Having developed a strong reputation at the Fringe in previous years, John Robins remains a safe bet for sarcastic, pithy self-loathing, although he seems to have a lost a little of his original bite.
Does plenty to keep the attention of the crowd throughout.
This may be because there is an expectation for him to outdo his previous gloom, especially as he recounts early in the show that his long-term girlfriend has now dumped him and left him living alone, offering the bleakest prospects for his future yet. But, at least for the first half, The Darkness Of Robins is only a storm-brew grey. This is the weaker part of the show, during which Robins seems to rely predominantly on jokes already partially written within the national psyche, like listing the names of celebrities who passed away in 2016 and the causes of their death. The timing of this routine was good, but it was so careful to cash in on the hashtag culture that permeated this obsession that it gives the impression perhaps it would have been better delivered as a series of tweets.
The same could probably also be said for the time Robins devotes to listing the pro and cons of finding himself a single, lonely man at the age of 35, which, cutting as they are, follow a somewhat predictable comedic rhythm. However, perhaps these parts should be seen as a means of revving up the sarcasm of the show. Robins sets the tone of a man going under—albeit one who has devised a cockney accent and jig to deal with the grief—and this is a persona that he consistently draws on later during the stronger routines documenting his hatred for anyone vaguely successful or competent.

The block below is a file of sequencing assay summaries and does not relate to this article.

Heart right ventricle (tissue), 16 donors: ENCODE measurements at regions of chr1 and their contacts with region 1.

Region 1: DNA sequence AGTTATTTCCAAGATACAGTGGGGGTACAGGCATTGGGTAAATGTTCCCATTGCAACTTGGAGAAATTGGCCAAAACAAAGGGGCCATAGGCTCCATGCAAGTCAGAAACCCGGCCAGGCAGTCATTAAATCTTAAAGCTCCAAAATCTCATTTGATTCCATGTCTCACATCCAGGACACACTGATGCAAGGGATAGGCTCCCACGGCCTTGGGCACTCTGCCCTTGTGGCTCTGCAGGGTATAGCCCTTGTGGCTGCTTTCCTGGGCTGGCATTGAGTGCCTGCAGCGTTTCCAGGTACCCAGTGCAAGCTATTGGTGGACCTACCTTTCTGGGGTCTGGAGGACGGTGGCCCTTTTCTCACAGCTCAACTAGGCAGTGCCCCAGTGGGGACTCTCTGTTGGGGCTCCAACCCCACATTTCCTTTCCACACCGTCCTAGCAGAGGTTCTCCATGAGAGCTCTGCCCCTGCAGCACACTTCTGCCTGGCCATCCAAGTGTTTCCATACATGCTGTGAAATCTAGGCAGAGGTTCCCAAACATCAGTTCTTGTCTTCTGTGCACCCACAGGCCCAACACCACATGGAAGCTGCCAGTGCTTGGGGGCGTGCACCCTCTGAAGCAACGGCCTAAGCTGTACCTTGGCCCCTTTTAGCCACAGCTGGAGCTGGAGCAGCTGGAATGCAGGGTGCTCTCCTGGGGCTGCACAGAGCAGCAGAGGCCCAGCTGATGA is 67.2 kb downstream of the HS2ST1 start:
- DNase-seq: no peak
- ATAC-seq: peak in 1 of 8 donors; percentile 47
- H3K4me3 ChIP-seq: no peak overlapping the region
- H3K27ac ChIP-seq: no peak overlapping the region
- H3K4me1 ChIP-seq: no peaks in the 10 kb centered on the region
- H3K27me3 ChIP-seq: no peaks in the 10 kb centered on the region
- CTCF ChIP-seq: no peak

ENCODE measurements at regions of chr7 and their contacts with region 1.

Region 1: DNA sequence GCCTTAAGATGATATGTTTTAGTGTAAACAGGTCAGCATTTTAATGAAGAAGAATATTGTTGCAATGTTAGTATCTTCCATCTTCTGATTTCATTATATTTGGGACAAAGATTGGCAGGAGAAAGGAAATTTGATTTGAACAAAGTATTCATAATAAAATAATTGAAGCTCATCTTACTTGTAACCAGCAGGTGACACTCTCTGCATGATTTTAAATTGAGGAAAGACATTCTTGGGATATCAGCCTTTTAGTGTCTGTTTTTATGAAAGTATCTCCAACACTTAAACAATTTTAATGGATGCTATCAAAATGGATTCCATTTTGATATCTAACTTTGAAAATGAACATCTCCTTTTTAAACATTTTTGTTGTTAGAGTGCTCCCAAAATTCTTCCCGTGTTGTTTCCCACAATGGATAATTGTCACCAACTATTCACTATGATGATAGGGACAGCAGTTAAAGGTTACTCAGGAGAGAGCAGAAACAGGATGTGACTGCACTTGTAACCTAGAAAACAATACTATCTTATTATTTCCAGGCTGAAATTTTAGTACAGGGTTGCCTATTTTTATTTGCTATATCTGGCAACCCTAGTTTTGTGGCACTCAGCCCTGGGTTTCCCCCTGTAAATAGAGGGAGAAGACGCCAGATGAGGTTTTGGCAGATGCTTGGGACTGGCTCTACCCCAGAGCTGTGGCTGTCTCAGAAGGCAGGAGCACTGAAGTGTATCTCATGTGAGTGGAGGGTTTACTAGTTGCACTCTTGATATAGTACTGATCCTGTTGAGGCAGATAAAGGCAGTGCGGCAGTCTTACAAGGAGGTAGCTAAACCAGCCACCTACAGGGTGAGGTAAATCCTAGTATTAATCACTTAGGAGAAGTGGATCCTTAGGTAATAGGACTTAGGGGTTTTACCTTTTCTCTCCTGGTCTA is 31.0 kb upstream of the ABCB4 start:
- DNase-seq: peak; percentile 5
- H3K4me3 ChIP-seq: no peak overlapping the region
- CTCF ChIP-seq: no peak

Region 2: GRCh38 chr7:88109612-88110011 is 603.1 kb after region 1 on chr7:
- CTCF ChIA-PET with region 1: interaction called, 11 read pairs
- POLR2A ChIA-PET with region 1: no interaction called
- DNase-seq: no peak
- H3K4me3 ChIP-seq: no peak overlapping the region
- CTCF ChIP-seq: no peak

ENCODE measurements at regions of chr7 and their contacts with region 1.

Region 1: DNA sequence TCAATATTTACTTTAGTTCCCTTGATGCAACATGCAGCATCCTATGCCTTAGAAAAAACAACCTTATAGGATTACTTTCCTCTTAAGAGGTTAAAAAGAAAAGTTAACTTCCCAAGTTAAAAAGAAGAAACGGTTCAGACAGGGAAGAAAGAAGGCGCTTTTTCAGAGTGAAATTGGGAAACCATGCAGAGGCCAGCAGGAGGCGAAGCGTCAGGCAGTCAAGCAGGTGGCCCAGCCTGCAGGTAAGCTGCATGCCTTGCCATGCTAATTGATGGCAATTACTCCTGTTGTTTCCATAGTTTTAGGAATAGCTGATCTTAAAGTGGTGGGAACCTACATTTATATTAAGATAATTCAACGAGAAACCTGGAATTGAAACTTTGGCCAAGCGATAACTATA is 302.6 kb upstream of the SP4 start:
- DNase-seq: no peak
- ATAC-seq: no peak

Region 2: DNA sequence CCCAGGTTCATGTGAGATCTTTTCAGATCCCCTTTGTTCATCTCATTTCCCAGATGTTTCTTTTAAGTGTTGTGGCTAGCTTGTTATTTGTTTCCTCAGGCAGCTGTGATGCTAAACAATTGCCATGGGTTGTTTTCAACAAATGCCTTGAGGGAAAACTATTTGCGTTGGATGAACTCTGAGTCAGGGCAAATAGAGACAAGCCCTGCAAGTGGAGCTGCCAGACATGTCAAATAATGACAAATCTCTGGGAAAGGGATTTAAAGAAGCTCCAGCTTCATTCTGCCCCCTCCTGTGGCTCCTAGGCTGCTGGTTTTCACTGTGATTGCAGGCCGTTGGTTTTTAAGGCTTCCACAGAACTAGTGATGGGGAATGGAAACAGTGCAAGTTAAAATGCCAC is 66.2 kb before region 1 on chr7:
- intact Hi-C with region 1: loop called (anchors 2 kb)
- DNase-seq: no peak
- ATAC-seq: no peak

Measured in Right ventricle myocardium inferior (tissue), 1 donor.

He does plenty to keep the attention of the crowd throughout. The transitions are seamless and full of energy, and there is funny, relatable material about failing at life in Ikea and dismissing any man with a fold-up bike instinctively. The set really picks up towards the end, with an exceptionally well-delivered sequence of bleak humour about pitching more realistic scenes of relationships to make up building societies’ TV adverts. It definitely got dark enough in the end.